Research suggests that using paraprofessionals and volunteers can be effective. Beginning with slightly larger tutoring groups may also be an approach to consider.

Deep Dive: High-Dosage Tutoring Is Effective, But Expensive. Ideas for Making It Work

EXTENDING TIME

Installment 6Time

Extending learning time in creative ways, such as weeklong “academies” during spring or fall breaks or Saturday sessions, show promise for significant learning gains. These so-called acceleration academies are showing real promise in a group of districts in Massachusetts.

In targeted, small group environments, teachers use research-based strategies to improve students’ foundational skills and content and to build strong relationships. Districts will have to take the lead in administering and planning for the extra teaching.

Deep Dive: Students Lost Time and Learning in the Pandemic. What ‘Acceleration’ Can Do to Help

Contributors:
Reporter: Stephen Sawchuk
Designers/Visual artists: Laura Baker, Emma Patti Harris, Gina Tomko, Francis Sheehan
Illustrator: Stephanie Shafer for Education Week
Photo editor: Jaclyn Borowski
Web producers: Mike Bock, Stacey Decker, Hyon-Young Kim
Visuals project editor: Emma Patti Harris
Project editor: Lesli A. Maxwell

Coverage of whole-child approaches to learning is supported in part by a grant from the Chan Zuckerberg Initiative, at www.chanzuckerberg.com. Education Week retains sole editorial control over the content of this coverage.
A version of this article appeared in the August 26, 2020 edition of Education Week

Events

Classroom Technology Webinar Making Big Technology Decisions: Advice for District Leaders, Principals, and Teachers
Educators at all levels make decisions that can have a huge impact on students. That’s especially true when it comes to the use of technology, which was activated like never before to help students learn
Professional Development Webinar Expand Digital Learning by Expanding Teacher Training
This discussion will examine how things have changed and offer guidance on smart, cost-effective ways to expand digital learning efforts and train teachers to maximize the use of new technologies for learning.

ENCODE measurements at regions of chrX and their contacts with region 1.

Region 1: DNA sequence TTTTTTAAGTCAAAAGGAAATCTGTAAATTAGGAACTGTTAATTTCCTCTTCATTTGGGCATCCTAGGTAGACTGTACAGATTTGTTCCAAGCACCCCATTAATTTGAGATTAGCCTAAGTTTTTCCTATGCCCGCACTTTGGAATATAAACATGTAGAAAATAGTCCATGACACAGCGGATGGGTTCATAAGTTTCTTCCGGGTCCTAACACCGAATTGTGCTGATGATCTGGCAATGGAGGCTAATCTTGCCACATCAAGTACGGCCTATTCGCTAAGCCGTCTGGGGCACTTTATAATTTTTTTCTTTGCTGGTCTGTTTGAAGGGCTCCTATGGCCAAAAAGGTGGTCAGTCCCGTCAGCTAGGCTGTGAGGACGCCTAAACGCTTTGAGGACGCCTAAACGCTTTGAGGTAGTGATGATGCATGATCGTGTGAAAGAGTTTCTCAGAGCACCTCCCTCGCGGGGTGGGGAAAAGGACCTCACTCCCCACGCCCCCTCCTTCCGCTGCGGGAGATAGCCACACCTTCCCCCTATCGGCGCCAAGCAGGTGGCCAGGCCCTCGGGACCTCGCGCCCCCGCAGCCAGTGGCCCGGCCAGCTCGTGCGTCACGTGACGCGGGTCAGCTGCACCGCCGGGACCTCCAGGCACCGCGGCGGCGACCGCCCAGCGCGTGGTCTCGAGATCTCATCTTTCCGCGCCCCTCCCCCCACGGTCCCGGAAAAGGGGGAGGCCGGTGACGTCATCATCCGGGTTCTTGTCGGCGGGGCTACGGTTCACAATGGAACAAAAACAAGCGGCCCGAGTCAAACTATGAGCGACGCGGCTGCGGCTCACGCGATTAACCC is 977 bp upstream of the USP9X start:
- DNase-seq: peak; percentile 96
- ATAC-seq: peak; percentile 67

This content is provided by our sponsor. It is not written by and does not necessarily reflect the views of Education Week's editorial staff.
Sponsor
Student Well-Being Webinar
The Social-Emotional Impact of the Covid-19 Pandemic on American Schoolchildren
Hear new findings from an analysis of our 300 million student survey responses along with district leaders on new trends in student SEL.
Content provided by Panorama

EdWeek Top School Jobs

Teacher Jobs
Search over ten thousand teaching jobs nationwide — elementary, middle, high school and more.
View Jobs
Principal Jobs
Find hundreds of jobs for principals, assistant principals, and other school leadership roles.
View Jobs
Administrator Jobs
Over a thousand district-level jobs: superintendents, directors, more.
View Jobs
Support Staff Jobs
Search thousands of jobs, from paraprofessionals to counselors and more.
View Jobs

Read Next

Student Achievement Quiz Quiz Yourself: How Much Do You Know About Student Achievement?
Quiz Yourself: How is your district doing with student achievement?
Student Achievement Chicago Is Spending Millions to Get Students Back on Track After COVID-19
Targeting more than 100,000 students, Chicago Public Schools has launched an initiative aimed at reengaging at-risk students.
Karen Ann Cullotta, Chicago Tribune
4 min read
Pre-kindergarten teacher Sarah McCarthy works with a student at Dawes Elementary in Chicago on Jan. 11, 2021. Chicago Public Schools has launched an initiative aimed at reengaging at-risk students and ensuring they’re back in the classroom once the city’s public schools fully reopen in the fall.
Pre-kindergarten teacher Sarah McCarthy works with a student at Dawes Elementary in Chicago on Jan. 11, 2021. Chicago Public Schools has launched an initiative aimed at reengaging at-risk students and ensuring they’re back in the classroom once the city’s public schools fully reopen in the fall.
Ashlee Rezin Garcia/Chicago Sun-Times via AP
This content is provided by our sponsor. It is not written by and does not necessarily reflect the views of Education Week's editorial staff.
Sponsor
Student Achievement Whitepaper
Download Your 2021 Back-to-School Toolkit
Download our free toolkit for action steps and aligned resources, worksheets, and other tools to help you develop instruction and interve...
Content provided by Illuminate Education
Student Achievement Quiz Quiz: How Much Do You Know About Education/Workforce Readiness?
Quiz Yourself: How are students doing with education and workforce readiness?